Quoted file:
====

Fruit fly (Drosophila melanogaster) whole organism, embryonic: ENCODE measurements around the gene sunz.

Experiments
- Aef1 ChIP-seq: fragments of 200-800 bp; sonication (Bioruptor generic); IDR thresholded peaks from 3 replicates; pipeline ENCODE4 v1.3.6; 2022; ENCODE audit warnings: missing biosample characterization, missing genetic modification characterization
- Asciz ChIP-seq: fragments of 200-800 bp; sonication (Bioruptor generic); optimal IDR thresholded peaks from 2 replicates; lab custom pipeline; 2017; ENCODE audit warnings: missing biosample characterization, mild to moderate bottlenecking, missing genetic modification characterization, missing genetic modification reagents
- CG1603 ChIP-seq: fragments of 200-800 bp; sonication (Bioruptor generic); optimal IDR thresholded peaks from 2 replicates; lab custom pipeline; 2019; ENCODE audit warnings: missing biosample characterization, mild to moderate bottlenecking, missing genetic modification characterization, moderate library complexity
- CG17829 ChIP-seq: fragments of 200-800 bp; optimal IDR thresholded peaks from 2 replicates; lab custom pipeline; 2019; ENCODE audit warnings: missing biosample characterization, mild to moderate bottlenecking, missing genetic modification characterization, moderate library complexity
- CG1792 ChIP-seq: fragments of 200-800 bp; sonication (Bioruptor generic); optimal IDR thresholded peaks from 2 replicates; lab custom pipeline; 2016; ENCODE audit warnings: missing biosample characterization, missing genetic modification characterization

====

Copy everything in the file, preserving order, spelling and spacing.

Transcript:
Fruit fly (Drosophila melanogaster) whole organism, embryonic: ENCODE measurements around the gene sunz.

Experiments
- Aef1 ChIP-seq: fragments of 200-800 bp; sonication (Bioruptor generic); IDR thresholded peaks from 3 replicates; pipeline ENCODE4 v1.3.6; 2022; ENCODE audit warnings: missing biosample characterization, missing genetic modification characterization
- Asciz ChIP-seq: fragments of 200-800 bp; sonication (Bioruptor generic); optimal IDR thresholded peaks from 2 replicates; lab custom pipeline; 2017; ENCODE audit warnings: missing biosample characterization, mild to moderate bottlenecking, missing genetic modification characterization, missing genetic modification reagents
- CG1603 ChIP-seq: fragments of 200-800 bp; sonication (Bioruptor generic); optimal IDR thresholded peaks from 2 replicates; lab custom pipeline; 2019; ENCODE audit warnings: missing biosample characterization, mild to moderate bottlenecking, missing genetic modification characterization, moderate library complexity
- CG17829 ChIP-seq: fragments of 200-800 bp; optimal IDR thresholded peaks from 2 replicates; lab custom pipeline; 2019; ENCODE audit warnings: missing biosample characterization, mild to moderate bottlenecking, missing genetic modification characterization, moderate library complexity
- CG1792 ChIP-seq: fragments of 200-800 bp; sonication (Bioruptor generic); optimal IDR thresholded peaks from 2 replicates; lab custom pipeline; 2016; ENCODE audit warnings: missing biosample characterization, missing genetic modification characterization